1. Microdissection for Study of Cochlear Anatomy
2. Anatomy of the Helicotrema and Cochlear Apex
3. Microdissection in Cochlear Implant Research
4. Implantation via the Round Window and Cochlear Hook Anatomy
5. Scala Tympani Vasculature and Possible Vascular Injury During Cochlear Implantation
This atlas focuses on selected aspects of cochlear anatomy as illustrated by material prepared by the microdissection technique, a three-dimensional perspective not possible with standard histological approaches. Although much of the material in this text was processed by the microdissection method, photomicrographs from conventionally cross sectioned inner ear tissues and scanning electron microscopy, are also presented. Taken together, these technical approaches provide different, complementary views of inner ear anatomy, and offer a more informative understanding than is possible with any of the methods used alone. While micrographs obtained from microdissected material appear sporadically in journal articles, there is no comprehensive collection of such images currently available. The illustrations assembled in this atlas are complementary to the more traditional histologic images and drawings available in standard texts, and aide in understanding the intricate anatomy of the cochlea.
Cochlear Anatomy via Microdissection with Clinical Implications will be a useful resource for otolaryngologists, anatomists, audiologists, and neuroscientists. Those engaged in cochlear implantation, physicians and researchers in the growing fields of implantable hearing aids and drug delivery to the inner ear, and members of industry involved in designing, manufacturing, and marketing implantable hearing aids will also find this atlas of great value.
• Includes over 70 photographic images with detailed legendsWritten by experts with over 35 years of experience in clinical practice and otologic research
• Provides different, complementary views of the inner ear anatomy
• Charles G. Wright, Ph.D., Adjunct Associate Professor, Department of Otolaryngology-Head and Neck Surgery, outhwestern Medical Center at Dallas-Retired (Full CV uploaded to the attachments tab)
Dr. Wright completed doctoral studies in neuroscience at Indiana University and subsequently received postdoctoral training at Kresge Hearing Research Institute, University of Michigan. He was a member of the research faculty in the Department of Otolaryngology-HNS, Southwestern Medical Center at Dallas from 1983 until retirement at the end of 2014.
Dr. Wright’s research activities have focused on anatomy and pathology of the middle and inner ear utilizing a variety of laboratory animal models and human temporal bone material. He has worked extensively on microstructure of the auditory and vestibular sensory organs of the inner ear. A major emphasis of his recent work has been on study of the human temporal bone in relation to cochlear implantation, especially with regard to inner ear trauma associated with cochlear implant surgery.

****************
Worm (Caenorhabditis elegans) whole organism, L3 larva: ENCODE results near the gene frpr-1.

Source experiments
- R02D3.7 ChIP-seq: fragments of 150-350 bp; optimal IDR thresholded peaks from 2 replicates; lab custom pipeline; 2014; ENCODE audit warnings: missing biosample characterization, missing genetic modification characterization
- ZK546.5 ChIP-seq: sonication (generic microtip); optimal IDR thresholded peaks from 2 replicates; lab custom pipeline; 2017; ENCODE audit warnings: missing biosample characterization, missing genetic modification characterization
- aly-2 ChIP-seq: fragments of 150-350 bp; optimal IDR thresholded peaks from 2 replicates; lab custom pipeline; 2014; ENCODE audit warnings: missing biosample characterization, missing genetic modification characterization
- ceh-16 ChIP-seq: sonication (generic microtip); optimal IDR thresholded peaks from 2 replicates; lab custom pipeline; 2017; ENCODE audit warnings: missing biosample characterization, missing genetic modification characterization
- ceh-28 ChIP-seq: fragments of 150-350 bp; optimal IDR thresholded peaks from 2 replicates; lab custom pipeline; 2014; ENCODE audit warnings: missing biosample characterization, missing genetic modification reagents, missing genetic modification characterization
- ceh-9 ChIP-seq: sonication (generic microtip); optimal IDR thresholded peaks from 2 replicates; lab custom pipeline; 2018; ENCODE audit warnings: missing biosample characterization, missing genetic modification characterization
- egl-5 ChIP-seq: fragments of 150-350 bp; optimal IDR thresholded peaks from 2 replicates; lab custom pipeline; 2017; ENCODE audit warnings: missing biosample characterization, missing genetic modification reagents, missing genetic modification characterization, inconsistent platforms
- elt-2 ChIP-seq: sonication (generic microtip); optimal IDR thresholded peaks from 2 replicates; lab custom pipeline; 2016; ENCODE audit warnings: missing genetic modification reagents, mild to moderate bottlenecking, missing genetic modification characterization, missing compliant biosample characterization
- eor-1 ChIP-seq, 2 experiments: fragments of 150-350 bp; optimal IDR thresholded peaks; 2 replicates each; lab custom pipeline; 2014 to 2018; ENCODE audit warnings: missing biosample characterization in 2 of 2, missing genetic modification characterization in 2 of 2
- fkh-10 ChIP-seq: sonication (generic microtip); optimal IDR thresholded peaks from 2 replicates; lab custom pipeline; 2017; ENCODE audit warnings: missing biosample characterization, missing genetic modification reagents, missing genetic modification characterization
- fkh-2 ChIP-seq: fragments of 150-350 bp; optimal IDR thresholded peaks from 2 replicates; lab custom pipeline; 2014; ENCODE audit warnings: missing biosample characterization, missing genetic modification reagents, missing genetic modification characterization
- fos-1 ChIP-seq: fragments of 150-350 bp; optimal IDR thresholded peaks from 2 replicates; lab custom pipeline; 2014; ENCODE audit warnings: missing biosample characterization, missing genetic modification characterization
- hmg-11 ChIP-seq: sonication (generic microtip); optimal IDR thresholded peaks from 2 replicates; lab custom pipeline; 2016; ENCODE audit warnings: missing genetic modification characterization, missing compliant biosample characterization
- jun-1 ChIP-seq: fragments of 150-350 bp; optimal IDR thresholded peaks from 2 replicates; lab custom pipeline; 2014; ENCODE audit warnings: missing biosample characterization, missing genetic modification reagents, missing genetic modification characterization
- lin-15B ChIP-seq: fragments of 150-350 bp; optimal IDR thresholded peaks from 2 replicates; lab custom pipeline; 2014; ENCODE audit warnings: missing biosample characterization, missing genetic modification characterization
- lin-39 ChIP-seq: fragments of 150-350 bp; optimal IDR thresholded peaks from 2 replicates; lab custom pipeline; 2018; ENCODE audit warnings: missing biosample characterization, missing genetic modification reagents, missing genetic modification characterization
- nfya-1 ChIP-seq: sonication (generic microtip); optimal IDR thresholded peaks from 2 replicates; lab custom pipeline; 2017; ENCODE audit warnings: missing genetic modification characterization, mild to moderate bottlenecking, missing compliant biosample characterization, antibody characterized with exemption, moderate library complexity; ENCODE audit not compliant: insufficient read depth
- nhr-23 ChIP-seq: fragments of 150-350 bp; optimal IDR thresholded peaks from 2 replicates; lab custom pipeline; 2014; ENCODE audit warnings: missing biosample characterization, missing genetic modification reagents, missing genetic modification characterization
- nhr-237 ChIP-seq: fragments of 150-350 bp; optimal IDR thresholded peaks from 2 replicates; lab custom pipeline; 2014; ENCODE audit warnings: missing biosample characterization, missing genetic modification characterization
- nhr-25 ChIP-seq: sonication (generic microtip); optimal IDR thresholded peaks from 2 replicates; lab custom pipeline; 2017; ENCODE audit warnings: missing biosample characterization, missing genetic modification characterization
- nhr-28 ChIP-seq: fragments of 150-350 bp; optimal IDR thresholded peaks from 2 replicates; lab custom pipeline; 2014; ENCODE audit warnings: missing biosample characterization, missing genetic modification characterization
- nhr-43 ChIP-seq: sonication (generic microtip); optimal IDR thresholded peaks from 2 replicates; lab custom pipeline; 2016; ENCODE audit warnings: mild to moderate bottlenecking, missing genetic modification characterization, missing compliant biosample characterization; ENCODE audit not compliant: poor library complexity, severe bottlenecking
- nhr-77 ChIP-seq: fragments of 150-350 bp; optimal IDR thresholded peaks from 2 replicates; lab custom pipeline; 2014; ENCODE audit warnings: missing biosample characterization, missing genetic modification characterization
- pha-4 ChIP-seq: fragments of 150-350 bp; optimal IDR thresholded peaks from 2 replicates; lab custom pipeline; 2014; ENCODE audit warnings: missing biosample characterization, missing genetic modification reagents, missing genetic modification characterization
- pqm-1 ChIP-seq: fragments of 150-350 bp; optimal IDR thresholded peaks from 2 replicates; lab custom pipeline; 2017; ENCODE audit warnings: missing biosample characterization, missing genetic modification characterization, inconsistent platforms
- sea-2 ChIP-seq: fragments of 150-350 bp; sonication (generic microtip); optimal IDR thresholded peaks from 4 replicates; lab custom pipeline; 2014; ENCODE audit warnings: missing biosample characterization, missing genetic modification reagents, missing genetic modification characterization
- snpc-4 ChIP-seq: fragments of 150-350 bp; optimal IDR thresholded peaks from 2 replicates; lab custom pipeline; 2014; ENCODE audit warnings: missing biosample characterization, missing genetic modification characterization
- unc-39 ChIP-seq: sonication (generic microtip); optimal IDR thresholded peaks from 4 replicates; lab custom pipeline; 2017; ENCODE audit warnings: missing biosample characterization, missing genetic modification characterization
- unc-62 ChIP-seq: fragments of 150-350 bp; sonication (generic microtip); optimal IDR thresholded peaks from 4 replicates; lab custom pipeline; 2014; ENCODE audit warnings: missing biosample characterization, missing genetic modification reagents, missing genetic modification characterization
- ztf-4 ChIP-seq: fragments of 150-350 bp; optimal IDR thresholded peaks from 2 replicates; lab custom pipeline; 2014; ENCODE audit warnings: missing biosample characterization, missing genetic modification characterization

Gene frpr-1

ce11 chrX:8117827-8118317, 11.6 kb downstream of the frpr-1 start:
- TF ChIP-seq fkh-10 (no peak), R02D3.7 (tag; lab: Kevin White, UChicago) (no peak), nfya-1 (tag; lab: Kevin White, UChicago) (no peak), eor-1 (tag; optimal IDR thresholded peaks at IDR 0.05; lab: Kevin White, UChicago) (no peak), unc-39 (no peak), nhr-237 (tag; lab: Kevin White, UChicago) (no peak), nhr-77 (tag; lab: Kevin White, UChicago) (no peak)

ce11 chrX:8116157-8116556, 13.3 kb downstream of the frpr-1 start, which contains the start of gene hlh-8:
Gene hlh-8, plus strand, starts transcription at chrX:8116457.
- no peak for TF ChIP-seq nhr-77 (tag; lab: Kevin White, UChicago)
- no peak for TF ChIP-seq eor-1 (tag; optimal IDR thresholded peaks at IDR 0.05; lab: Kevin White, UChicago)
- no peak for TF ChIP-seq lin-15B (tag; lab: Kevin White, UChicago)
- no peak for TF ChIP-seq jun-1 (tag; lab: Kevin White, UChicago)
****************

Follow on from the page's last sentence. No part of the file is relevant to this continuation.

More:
• Peter S. Roland, M.D., Professor Emeritus, Department of Otolaryngology-Head and Neck Surgery, University of Texas, Southwestern Medical Center at Dallas (Full CV uploaded to the attachments tab)
(University bio) Dr. Roland is currently Professor Emeritus and Chairman of the Department of Otolaryngology-Head and Neck Surgery and Professor of Neurological Surgery, both at The University of Texas Southwestern Medical Center in Dallas. He is Chief of Pediatric Otology at Children’s Medical Center. Dr. Roland regularly performs surgical procedures at Zale Lipshy University Hospital, St. Paul Hospital and Children’s Medical Center of Dallas. He is a member of over 20 hospital committees. He chairs five committees: the Quality Assurance/Medical Records Committee of Zale Lipshy University Medical Center; the Ethics Committee for Zale Lipshy University Hospital; the Committee on Physician Health and Rehabilitation for Parkland Memorial Hospital; the HIPAA Compliance Committee for the Southwestern University Medical Center; and the Managed Care Contracting Committee. Dr. Roland has completed a fellowship in otology, neurotology and skull base surgery and his practice is limited to that subspecialty. He deals with problems in hearing, ear disease, balance disturbance, facial nerve injury and tumors of the skull base including acoustic neuroma. He has a special interest and much experience in the area of cochlear implantation. Dr. Roland completed graduate coursework in Philosophy at the University of Texas in 1972. He received his medical degree from the University of Texas Medical Branch at Galveston and did his otolaryngology residency training at Penn State University. Dr. Roland spent four years in the United States Navy stationed at Bethesda Naval Hospital in Bethesda, Maryland. During his tour in the Navy, he was on the faculty of the Uniform Services, the University of Health Sciences and served as a consultant to the National Institutes of Health. Following his four year tour in the Navy, he spent a year in fellowship training at the E.A.R. Institute in Nashville, Tennessee specializing in otology, neurotology and skull base surgery. He is the author of over 150 publications on ear surgery, cochlear implants, hearing loss, balance disturbance, facial nerve injury, acoustic neuroma and tumors of the skull base. He has authored two books: “Hearing Loss” and “Ototoxicity”.